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Nearly 45-fold increase in measles cases in Europe last year

The World Health Organization has called for urgent vaccination efforts to prevent further spread of measles after announcing an “alarming” 30-fold rise in cases across Europe.

The World Health Organization has called for urgent vaccination efforts to prevent the further spread of measles after an “alarming” rise in cases across Europe.

The outbreak is attributed largely to an accumulation of susceptible children who missed routine immunisation doses during the Covid-19 pandemic. Some 42,200 people were infected in 2023, compared to 941 during the whole of 2022.

Last week, the UK Health Security Agency (UKHSA) declared a national incident, signalling a growing public health risk, after an outbreak in Birmingham. It said that further outbreaks of measles will spread to other towns and cities unless urgent action is taken to increase Measles, Mumps and Rubella (MMR) vaccination uptake in areas at greatest risk.

As of 18 January, there have been 216 confirmed cases and 103 probable cases in the West Midlands since 1 October 2023. Around 80% of cases have been seen in Birmingham, with about 10% in Coventry, the majority being in children aged under 10 years.

Professor Dame Jenny Harries, Chief Executive of UKHSA, said: “Colleagues across the West Midlands have worked tirelessly to try to control the outbreak, but with vaccine uptake in some communities so low, there is now a very real risk of seeing the virus spread in other towns and cities.

“Immediate action is needed to boost MMR uptake across communities where vaccine uptake is low. We know from the pandemic that the communities themselves, and those providing services within them, will have the knowledge to best support local families to understand the risks of measles, to learn more about the vaccines that can protect them and to enable innovative vaccine delivery approaches. We need a long-term concerted effort to protect individuals and to prevent large measles outbreaks.”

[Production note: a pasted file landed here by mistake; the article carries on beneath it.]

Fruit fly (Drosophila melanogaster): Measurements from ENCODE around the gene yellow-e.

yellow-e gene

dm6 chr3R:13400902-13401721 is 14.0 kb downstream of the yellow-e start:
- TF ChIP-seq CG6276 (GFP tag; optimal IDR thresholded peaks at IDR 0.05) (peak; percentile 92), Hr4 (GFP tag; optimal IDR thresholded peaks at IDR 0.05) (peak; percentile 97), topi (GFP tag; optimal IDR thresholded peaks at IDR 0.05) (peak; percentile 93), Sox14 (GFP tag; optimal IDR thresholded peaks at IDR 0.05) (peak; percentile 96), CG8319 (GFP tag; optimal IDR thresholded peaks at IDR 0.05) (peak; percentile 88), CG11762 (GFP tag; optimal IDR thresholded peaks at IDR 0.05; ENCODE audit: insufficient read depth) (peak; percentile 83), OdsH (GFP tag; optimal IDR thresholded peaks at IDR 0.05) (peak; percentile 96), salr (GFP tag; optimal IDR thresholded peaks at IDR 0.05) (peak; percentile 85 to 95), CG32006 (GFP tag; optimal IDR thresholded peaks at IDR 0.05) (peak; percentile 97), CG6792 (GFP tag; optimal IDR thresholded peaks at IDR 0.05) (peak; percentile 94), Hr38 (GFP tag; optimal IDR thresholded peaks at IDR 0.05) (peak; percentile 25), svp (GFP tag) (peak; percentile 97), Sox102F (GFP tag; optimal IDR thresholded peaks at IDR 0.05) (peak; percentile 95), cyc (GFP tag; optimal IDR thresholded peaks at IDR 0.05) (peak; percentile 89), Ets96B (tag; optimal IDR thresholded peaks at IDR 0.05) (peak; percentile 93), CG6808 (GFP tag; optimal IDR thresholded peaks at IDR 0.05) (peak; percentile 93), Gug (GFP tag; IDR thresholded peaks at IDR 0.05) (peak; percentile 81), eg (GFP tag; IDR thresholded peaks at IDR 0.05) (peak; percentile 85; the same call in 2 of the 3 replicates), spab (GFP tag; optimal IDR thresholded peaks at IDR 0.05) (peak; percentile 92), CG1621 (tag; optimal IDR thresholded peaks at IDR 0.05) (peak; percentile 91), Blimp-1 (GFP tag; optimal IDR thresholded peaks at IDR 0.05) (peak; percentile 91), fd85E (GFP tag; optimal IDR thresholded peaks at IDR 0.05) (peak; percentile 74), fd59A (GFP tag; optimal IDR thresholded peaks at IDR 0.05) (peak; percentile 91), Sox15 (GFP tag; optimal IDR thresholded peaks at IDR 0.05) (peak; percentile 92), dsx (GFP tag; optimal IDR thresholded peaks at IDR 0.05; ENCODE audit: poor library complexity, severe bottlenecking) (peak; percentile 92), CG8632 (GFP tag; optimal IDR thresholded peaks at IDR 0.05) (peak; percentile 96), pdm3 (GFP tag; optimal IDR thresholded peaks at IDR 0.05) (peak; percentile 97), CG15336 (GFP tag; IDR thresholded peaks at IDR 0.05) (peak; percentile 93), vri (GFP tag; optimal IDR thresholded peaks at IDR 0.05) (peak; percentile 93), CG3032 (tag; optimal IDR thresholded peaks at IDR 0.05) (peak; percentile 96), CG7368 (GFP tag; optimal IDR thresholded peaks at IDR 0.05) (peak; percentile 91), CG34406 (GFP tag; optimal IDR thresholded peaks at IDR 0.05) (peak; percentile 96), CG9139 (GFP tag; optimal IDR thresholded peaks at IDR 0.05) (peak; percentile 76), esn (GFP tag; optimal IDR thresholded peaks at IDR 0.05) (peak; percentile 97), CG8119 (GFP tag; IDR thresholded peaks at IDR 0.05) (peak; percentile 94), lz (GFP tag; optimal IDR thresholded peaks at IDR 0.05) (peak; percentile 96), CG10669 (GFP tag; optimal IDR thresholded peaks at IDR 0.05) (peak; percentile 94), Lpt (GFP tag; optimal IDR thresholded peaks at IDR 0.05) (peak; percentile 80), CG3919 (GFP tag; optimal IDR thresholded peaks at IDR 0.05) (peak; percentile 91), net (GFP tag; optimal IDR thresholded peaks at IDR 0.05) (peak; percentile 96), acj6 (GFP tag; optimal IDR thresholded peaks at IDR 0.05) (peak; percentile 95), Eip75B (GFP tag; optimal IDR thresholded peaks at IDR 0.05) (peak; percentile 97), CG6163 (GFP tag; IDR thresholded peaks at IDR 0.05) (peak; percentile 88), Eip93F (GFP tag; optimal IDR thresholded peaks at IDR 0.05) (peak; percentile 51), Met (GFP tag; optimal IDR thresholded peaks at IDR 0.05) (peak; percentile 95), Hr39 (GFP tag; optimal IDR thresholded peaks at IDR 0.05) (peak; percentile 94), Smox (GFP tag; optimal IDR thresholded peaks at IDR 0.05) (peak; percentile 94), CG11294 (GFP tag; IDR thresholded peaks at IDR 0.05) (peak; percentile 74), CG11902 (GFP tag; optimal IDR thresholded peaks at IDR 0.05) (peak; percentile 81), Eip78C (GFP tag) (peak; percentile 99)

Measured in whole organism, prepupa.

Why should we be worried about a measles outbreak?

Measles spreads very easily among those who are unvaccinated, especially in nurseries and schools. It can be a very unpleasant illness and in some children can be very serious, leading to hospitalisation and tragically even death in rare cases. People in certain at-risk groups including babies and young children, pregnant women, and people with weakened immunity, are at increased risk of complications from measles.

Over 99% of those who have 2 doses of the MMR vaccine will be protected against measles and rubella. The vaccine also provides protection against mumps, which can be very painful with complications including inflammation of the ovaries and testicles, and in rare cases, the pancreas. Although mumps protection is slightly lower, cases in vaccinated people are much less severe, highlighting the importance of the MMR vaccination.

Dr Hans Henri P. Kluge, WHO Regional Director for Europe, added:  “Measles is highly infectious, but fortunately, can be effectively prevented through vaccination. WHO will continue to support the current outbreak response as well as long-term strengthening of the immunization programme to prevent future outbreaks.”

Updated guidance for clinicians

The UKHSA has updated its measles guidance and says that clinicians are required to notify all suspected measles cases as soon as possible to their local health protection team (HPT), both as part of surveillance and so that timely public health management can be undertaken.

Vulnerable contacts (such as immunosuppressed individuals, young infants and pregnant women) should be considered for post-exposure prophylaxis (PEP) to reduce the risk of complications where possible. Where there are large numbers of cases and contacts, the priority for public health action is to identify and assess the risk to immunosuppressed individuals, even after limited exposure or when exposed to cases of breakthrough measles.

For immunocompetent vulnerable individuals, local HPTs should prioritise contact tracing efforts to those most likely to have had close prolonged exposure.

Individuals in this group (immunocompetent, vulnerable individuals, for example, pregnant women) do not need to be identified and risk assessed if the index case is a presumed breakthrough measles.

It adds that susceptible healthy contacts, including unimmunised children and adults,are unlikely to benefit from post-exposure vaccination, unless offered rapidly following exposure. Healthy contacts who work with vulnerable individuals, in particular health care workers, can be a source of transmission and need urgent assessment and possible exclusion from work.

Vaccination of unimmunised contacts should confer benefit against future exposures and will also provide protection against mumps and rubella infections. In outbreak settings, such as schools, mass vaccination of susceptible individuals should be considered to prevent tertiary transmission.

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